Please note: All members of your group MUST be present and prepared to answer any question stimulated by your poster from both the tutors and fellow students. Any person who is absent will receive a mark of zero for this assessment and fail the module. Deadline: 14th December 2012 (No assignment will be accepted after this date) 6 BUSINESS ORGANISATION Assignment 2 The final reflective report requires you to identify how you have applied OB theory, learned in the module, to develop your knowledge and skills in working with others.
You are to identify three issues, or topics, from the OB module where you can identify relevant experience to which you can apply OB theory. The experiences may be from your studies, from work, or from social groups or clubs to which you belong. For each of your three topics you are to identify relevant experience and select and apply appropriate OB theory to those experiences. You should evaluate the theory in analysing what happened and in guiding future action. To help you plan your final report you are to submit a proposal that forms part of the Groups and Teams portfolio. The proposal should be no more than 150 words.
Also a list of at least five academic references you intend to use, in Harvard format, should be provided. The final report should be a business report of 1500 words. Actual word count should be specified on the cover page of your report and outside +/ 10% will incur a penalty of 10%. References and any appendices should not be included in the word count. Deadline: 12th April 2013 (No assignment will be accepted after this date)
P, a car salesman, is advertising one of his cars, made by Ferrari for sale at the price of 50000 Euro in the newspaper.
N sees the advertisement and calls to P offering him 40000 Euro. P rejects N’s offer and tells N that he would be willing to discuss an offer for 45000 Euro. N agrees on the price but under the condition that P proves to her that the car is indeed a genuine Ferrari. P promises to disclose all necessary documents in the next 3 weeks. N agrees and waits. 2 weeks later N discovers that P has sold the car to C for 50000 Euro. Advise N. Why is Carlill v Carbolic Smoke Ball Co (1893) a very important case? Format: Essay, approx. 2000 words (in total), produced on a laser printer Deadline: 14th December 2012 No assignment will be accepted after this date)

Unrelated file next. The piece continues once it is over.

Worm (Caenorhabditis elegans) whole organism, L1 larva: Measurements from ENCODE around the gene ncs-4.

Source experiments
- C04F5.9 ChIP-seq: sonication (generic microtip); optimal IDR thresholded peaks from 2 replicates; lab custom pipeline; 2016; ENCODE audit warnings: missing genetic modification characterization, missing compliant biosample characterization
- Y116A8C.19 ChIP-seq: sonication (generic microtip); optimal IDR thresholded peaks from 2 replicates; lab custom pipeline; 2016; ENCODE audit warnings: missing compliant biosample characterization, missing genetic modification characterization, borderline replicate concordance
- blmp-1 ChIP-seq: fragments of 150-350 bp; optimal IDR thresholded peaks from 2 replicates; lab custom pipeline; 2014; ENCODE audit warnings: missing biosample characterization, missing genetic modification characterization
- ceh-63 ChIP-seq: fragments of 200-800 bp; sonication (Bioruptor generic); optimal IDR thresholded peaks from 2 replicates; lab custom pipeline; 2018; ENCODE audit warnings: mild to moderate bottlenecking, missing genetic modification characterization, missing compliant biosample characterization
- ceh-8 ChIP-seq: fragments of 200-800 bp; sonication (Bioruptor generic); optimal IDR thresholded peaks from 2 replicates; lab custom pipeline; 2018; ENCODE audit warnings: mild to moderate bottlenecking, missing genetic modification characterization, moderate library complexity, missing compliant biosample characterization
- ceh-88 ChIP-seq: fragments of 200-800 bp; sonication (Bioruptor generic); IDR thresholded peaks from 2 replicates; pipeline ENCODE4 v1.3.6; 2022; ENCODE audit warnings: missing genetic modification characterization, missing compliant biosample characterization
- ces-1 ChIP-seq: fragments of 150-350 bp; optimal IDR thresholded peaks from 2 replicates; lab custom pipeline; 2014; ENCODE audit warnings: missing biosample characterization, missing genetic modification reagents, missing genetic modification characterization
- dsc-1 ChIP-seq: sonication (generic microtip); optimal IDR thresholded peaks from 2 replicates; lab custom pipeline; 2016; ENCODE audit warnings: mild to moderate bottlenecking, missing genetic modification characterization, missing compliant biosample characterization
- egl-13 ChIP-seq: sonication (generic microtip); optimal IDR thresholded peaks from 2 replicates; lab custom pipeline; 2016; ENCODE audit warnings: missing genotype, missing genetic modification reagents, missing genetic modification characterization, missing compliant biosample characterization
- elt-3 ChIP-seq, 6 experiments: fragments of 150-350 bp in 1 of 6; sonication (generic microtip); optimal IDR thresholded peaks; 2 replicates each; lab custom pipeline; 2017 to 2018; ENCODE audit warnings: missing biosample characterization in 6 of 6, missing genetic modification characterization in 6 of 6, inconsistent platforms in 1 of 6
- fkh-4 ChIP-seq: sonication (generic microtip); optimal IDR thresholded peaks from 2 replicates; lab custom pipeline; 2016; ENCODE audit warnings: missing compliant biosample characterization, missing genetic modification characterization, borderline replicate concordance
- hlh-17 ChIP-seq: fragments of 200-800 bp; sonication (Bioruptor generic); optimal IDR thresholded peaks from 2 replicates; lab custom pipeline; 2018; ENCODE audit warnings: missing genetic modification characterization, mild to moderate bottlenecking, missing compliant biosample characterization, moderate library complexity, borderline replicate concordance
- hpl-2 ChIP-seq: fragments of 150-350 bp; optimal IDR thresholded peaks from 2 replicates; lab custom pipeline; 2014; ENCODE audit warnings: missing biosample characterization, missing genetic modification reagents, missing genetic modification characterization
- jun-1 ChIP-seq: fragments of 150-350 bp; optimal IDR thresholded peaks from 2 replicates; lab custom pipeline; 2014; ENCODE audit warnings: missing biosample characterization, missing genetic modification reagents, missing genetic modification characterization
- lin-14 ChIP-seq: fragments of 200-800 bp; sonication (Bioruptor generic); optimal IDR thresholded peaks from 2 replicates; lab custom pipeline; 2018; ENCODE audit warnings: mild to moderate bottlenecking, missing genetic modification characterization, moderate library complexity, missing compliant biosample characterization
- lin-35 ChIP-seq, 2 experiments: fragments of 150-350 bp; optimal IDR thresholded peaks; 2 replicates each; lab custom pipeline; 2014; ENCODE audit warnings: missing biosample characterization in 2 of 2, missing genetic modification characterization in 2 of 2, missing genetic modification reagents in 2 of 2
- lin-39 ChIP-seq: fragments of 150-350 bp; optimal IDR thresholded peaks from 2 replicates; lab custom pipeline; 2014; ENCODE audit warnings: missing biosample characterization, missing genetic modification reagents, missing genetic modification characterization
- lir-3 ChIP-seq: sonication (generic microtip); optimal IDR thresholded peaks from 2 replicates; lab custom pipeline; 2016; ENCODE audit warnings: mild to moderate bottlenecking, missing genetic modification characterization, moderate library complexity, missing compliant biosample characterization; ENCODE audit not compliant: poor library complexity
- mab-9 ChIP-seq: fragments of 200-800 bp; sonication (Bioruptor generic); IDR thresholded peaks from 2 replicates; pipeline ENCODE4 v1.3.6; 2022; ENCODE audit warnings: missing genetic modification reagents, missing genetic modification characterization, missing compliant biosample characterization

‘Corporate personality refers to the fact that as far as the law is concerned a company really exists. As a result of this a company can sue and be sued in its own name, hold property under its own name and most importantly be liable for its own debts. ’ Discuss Format: Essay Type, 2000 words, produced on a laser printer Deadline: 12th April 2013 (No assignment will be accepted after this date)
ECONOMICS Assignment 1
Analyse the Production Possibilities Frontier (PPF) and explain how it illustrates the main economic concepts of scarcity and opportunity cost.
Format: Essay Type, 2000 words, produced on a laser printer Deadline: 14th December 2012 (No assignment will be accepted after this date)
ECONOMICS Assignment 2
Given the table below:
Draw the demand and supply curves and show equilibrium.
Demonstrate the shift due to the increase in quantity demanded on the same graph, illustrating clearly the new equilibrium.
Analyse the factors that may cause a shift of the demand curve, both inwards and outwards.
Analyse the factors that may lead to an inward or outward shift of the supply curve. Discuss the laws of demand and supply.
Analyse the theory behind a movement along the 2 curves or a shift of the curves.
The Body Shop – good luck or good marketing? The body Shop may have grown rapidly during the 1970s and 1980s, but its founder, the late Dame Anita Roddick publicly dismissed the role of marketing. Roddick ridiculed marketers for putting the interests of shareholders before the needs of society. She had a similarly low opinion of the financial community, which she referred to as ‘merchant wankers’. While things were going well, nobody seemed to mind. Maybe Roddick had found a new way of doing business, and if she had the results to prove it, who needed marketers?